In the early 20th century, two congeneric beachgrasses, Ammophila arenaria and Ammophila breviligulata, were introduced to the Pacific Northwest coast to stabilize shifting sand dunes. These beachgrasses proliferated, spreading well beyond the areas where they were initially planted and growing to dominate the sandy coastline. This beachgrass invasion caused losses in local species diversity and contributed to the declines of two threatened bird species and six endangered plant species. The spread of these grasses also had its intended management impact; by growing and stabilizing dunes, the beachgrasses decreased the vulnerability of coastal communities to extreme storms and sea level rise, leading to complex management tradeoffs between the ecosystem services of coastal protection and biodiversity conservation.

The two beachgrass species differ in their effects on dune shape and plant community biodiversity. European beachgrass-dominated dunes tend to be taller, narrower, have higher plant species richness, and provide more coastal protection than dunes dominated by American beachgrass. The beachgrass species also differ in their ranges: European beachgrass is the dominant beachgrass in California and most of Oregon, while American beachgrass is dominant in northern Oregon and Washington. Among the few places where the two beachgrass species can be found growing together are the sandy beaches in northern Oregon and southern Washington.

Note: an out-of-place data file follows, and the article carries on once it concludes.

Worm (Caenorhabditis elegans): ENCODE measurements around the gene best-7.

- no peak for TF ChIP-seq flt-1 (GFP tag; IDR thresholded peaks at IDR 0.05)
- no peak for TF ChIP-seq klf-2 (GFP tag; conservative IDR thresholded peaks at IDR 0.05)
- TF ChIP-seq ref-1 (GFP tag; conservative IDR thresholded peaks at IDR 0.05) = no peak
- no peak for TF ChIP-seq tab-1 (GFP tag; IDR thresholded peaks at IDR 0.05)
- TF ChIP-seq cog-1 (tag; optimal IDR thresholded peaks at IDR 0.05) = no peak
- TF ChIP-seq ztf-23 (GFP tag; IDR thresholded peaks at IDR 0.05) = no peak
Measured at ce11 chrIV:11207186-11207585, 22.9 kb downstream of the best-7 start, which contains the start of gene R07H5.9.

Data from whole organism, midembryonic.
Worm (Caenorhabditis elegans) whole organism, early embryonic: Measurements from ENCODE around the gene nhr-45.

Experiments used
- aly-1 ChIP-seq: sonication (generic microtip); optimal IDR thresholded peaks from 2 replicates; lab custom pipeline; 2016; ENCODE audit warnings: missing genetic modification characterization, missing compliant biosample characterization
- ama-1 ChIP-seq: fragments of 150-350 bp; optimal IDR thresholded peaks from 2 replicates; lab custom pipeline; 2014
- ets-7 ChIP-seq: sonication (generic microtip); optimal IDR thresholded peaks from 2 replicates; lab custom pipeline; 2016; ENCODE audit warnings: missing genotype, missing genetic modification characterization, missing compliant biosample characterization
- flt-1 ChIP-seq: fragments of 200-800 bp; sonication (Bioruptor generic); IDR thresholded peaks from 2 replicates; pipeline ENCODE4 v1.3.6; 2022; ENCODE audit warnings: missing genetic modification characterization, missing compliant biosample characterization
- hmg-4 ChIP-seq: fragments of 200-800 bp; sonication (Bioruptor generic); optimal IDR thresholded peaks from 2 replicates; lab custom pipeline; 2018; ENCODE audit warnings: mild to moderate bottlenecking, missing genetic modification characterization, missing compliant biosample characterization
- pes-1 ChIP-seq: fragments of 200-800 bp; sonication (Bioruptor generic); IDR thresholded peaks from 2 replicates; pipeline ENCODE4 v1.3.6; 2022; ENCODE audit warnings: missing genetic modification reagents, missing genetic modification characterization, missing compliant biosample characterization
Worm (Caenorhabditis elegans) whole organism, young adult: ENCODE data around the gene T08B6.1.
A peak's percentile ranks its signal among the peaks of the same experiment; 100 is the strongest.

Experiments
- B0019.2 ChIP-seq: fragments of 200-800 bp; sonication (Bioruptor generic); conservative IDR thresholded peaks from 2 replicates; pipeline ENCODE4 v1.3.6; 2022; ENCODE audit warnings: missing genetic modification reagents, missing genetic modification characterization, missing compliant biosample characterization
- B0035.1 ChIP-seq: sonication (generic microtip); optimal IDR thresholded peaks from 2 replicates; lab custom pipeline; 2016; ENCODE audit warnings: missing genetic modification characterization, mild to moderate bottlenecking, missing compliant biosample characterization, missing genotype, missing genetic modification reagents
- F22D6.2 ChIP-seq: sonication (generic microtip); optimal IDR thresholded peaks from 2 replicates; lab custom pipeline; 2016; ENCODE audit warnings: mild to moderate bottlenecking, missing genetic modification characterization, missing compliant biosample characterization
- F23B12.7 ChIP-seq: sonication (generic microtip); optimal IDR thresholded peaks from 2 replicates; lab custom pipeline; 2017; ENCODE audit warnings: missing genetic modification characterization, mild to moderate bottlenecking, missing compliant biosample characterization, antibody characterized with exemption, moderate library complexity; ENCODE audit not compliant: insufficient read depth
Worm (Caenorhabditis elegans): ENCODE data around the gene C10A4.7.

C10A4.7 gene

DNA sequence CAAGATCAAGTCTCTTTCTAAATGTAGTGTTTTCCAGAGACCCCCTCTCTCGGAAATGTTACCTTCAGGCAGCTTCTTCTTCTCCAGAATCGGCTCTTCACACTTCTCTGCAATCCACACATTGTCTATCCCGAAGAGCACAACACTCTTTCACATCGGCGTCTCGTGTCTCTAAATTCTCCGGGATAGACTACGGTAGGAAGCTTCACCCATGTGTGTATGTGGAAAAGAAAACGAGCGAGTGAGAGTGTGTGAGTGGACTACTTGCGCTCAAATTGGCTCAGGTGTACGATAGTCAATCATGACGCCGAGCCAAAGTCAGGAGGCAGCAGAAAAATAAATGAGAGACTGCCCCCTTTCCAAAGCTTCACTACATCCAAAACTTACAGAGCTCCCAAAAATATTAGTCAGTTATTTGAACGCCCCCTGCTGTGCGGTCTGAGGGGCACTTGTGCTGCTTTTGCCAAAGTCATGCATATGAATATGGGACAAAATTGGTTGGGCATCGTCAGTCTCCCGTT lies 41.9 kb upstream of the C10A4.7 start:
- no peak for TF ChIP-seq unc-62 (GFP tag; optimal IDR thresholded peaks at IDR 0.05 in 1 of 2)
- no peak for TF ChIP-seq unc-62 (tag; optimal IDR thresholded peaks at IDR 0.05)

Recently, hybrid Ammophila stands have been discovered at 11 sites along the Northwest coast. In many traits, the hybrids are intermediate when compared to their parent species. For example, the hybrid has intermediate leaf width and ligule length (the ligule is a thin piece of tissue between the leaf and the stem), two important characteristics for identifying the parent beachgrasses. However, the hybrids exceed both parents in plant height, which has been shown to affect dune shape.

This hybrid, and its potential spread, could have a number of impacts on the ecology and ecosystem services of Pacific Northwest dunes. The hybrid differs from the parent species in ways which could cause it to build dunes with different shapes than those formed by the parent species, and any change in dune shape will have a direct effect on coastal protection. Hybridization has also been shown to increase invasion success in plants. Understanding the factors maintaining and structuring this hybrid zone is of immediate and critical management importance. 

Participants in the mapping project are identifying the beachgrasses growing on their nearest beach (or along their adopted CoastWatch mile) and uploading observations of these grasses to iNaturalist, a social network that helps users collect scientifically valuable biogeography data and connect with the natural world. Participants in the hybrid beachgrass mapping project are learning how to use iNaturalist, how to identify the two Ammophila species and their hybrid, and where/when to look for the hybrid in order to increase their chances of finding new populations. Visit the iNaturalist project page to view beachgrass observations or learn more about beachgrass identification. By harnessing the collective power of citizen science, the hybrid beachgrass can be searched for more widely than would otherwise be possible. There are now 15 volunteers involved, but there is room for many more.

For more information about the beachgrass citizen science survey or other CoastWatch activities, contact Jesse Jones, CoastWatch volunteer coordinator, at (503) 989-7244,